South African business culture is relationship-oriented. Therefore, a first business meeting is aimed, above all, to get to know each other. Engage in small talk and be kind, open and honest. Building trust is essential to start off business together. In South Africa, the personal relationship between business partners often counts more than price discounts or brand image.
As the personal appearance will be critical to your business success, you should make sure to wear appropriate clothing. Before a first business meeting, you should inquire about who is taking part. When the top management of a company gathers around the conference table, suit and tie are an absolute must for men. If the meeting is less high-level and rather informal, you can leave the suit and tie in the wardrobe. Having said that, do not dress too casually. A serious appearance underscores your serious business intentions. Designer labels are not necessary and play a minor role in South Africa.
A conservative business outfit is also recommended for women. Low cut tops are not advisable. The skirt should be at a minimum knee-length and blouse sleeves should reach at least to the elbow. Open shoes tend to look out of place at a business meeting.
In South Africa, there are as many forms of welcome as there are ethnic groups. Male black Africans, for example, greet each other with an ‘African handshake’, which involves a succession of different handgrips. In business, however, and especially when guests are received from abroad, a firm handshake is the norm. However, some South African women will only greet you with a nod, that you should reciprocate kindly. It is best to leave it to the women whether they want to shake hands with you or not.
If you already know each other, a welcome is often much longer and more cordial than on the first meeting. Hugs, friendly pats on the back and a long handshake are then to be interpreted as a sign of trust and appreciation.
At the beginning of a first meeting, all participants will introduce themselves with full names and titles. Later, things get less formal and everybody uses the first name to address each other.
‘Show me your business card and I know who you are’: this is true in South Africa, but not as much as in other countries. Indeed, business cards are not necessarily handed out at the beginning of a business meeting, but often at some point in between or at the end. Ff you have taken the trouble to have your business card translated into the mother tongue of your business partners, this is seen as a sign of great appreciation. Be aware though, that a translation of foreign language business cards into English is expected as standard.
As mentioned at the beginning, a first business meeting primarily serves to build relationships. In South Africa, people do business with people they are familiar with, and not with strangers. Therefore, you should also let your personality show. Tell them about yourself, e.g. how you came to the company you work for and what is special for you about it. It is also highly appreciated if you give some snippets of information about your family. And don’t forget to mention your good relations with the country and its population. In short: Express your connection to both your company and your new South African business partners. This will strengthen the connection and build trust.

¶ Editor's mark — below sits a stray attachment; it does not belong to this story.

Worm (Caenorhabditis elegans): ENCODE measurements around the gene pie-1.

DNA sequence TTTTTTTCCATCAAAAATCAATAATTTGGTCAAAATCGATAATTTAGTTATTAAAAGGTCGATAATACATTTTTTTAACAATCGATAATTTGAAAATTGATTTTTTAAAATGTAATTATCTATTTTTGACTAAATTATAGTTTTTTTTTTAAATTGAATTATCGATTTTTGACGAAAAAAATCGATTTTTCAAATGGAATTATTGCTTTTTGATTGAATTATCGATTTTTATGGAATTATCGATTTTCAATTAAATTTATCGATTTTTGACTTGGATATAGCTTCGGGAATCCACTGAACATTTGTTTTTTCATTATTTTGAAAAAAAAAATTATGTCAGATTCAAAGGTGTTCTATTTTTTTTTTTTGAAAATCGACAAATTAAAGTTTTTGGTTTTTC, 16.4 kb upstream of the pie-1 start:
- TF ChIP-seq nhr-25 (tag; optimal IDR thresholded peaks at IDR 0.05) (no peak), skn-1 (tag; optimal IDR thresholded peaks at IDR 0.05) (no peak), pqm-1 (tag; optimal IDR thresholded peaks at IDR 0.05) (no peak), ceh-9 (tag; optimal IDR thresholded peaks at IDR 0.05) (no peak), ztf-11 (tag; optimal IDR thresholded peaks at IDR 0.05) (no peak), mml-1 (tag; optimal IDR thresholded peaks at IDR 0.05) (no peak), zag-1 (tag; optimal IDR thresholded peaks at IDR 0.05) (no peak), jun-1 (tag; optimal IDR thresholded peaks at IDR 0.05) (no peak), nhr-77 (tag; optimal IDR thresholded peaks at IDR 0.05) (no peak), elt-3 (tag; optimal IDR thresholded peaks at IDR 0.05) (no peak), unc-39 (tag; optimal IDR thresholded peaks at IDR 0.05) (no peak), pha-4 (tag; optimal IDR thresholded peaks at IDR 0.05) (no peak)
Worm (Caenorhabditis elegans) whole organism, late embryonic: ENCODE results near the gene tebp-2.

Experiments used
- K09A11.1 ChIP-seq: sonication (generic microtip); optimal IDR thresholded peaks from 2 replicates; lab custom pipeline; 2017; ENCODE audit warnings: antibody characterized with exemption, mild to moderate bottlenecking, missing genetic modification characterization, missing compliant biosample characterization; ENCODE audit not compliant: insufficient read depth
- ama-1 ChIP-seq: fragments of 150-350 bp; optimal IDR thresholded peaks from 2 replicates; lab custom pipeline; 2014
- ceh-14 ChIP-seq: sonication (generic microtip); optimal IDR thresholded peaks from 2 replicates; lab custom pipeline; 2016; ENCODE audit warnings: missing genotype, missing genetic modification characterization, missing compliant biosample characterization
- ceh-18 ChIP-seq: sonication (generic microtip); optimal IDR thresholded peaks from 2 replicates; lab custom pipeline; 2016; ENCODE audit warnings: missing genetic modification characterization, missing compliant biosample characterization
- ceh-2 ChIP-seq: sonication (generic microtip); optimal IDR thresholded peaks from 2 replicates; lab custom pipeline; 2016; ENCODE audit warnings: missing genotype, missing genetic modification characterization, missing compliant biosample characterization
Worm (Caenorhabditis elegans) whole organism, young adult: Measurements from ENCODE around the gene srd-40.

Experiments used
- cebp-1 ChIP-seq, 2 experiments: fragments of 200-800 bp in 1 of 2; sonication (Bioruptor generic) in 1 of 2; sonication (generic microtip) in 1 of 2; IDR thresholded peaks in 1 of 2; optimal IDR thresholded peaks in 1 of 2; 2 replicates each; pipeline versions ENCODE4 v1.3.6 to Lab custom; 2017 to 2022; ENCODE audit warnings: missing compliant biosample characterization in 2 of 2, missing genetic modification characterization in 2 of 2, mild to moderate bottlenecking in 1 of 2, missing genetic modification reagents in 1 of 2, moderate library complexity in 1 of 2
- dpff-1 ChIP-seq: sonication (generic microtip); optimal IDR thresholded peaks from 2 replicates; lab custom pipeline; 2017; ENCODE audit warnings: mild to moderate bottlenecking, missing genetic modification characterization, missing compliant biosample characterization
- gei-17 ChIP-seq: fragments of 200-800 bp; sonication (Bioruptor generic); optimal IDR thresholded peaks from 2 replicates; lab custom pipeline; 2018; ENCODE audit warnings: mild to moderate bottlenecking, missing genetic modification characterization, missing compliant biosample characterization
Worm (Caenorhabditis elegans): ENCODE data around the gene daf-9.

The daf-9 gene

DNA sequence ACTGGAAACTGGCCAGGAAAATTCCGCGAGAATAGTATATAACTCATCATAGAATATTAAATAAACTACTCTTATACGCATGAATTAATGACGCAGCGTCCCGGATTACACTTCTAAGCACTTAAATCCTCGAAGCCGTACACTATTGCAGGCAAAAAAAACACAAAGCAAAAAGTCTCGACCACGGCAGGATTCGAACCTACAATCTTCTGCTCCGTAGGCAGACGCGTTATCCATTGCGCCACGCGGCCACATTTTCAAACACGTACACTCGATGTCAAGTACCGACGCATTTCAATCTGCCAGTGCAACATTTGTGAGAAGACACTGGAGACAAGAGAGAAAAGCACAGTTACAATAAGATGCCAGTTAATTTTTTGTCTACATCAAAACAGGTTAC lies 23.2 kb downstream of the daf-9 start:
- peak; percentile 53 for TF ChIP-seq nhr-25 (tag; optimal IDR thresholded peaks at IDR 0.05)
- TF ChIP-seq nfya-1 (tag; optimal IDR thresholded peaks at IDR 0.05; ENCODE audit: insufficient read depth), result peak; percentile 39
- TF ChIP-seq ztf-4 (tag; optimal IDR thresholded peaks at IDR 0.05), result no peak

Just as relevant is who you already know personally in the country and in business. Indeed, networking is a top priority on the Cape. In order to build up a large network of people you can rely on, you have little choice but to invest a lot of time and preparation before a concrete deal can be done.
Of course, it is very important to meet the right people. Compared to the international level, South Africa’s hierarchies are quite flat, and the principle of the ‘open-door policy prevails. Hierarchies are more pronounced in companies run by black South Africans as well as in government-owned companies. In this case, you will have to climb a few steps before getting to the actual decision-maker. This is often also the founder, owner or descendant of the founder. To get there, you should show a lot of patience and respect during the numerous preliminary meetings. It is important that you accept the cultural system as it is, building relationships with the interlocutors at every level of the hierarchy and showing yourself as a person in addition to setting out your interest.
In principle, in South Africa, people are always friendly. Avoid conflict subjects and don’t criticize people directly. Express respect and show that you value them.
As a sign of recognition, direct and frequent praise is required. You should be careful to stress the person’s qualities and not their actions. Try to incorporate positives into the conversations, as often as possible, and address the challenges faced as strong performances.
In addition, it will be seen positively if you tell them which employees will be part of the future project team. Since the end of apartheid, people from formerly disadvantaged groups have been given preferential treatment in South Africa. You should consider this when assembling a project team. Any kind of discrimination, whether direct or indirect, must be avoided.
Do not expect a firm commitment after the first business meeting. As said at the beginning, you have to be patient in South Africa and build confidence little by little. South Africans are interested in long-term, loyal business relationships. Here, don’t expect to succeed through fast deals or uncertain business relationships from a distance. Therefore, prepare yourself for many follow-up appointments, business lunches together, and small-talk phone calls.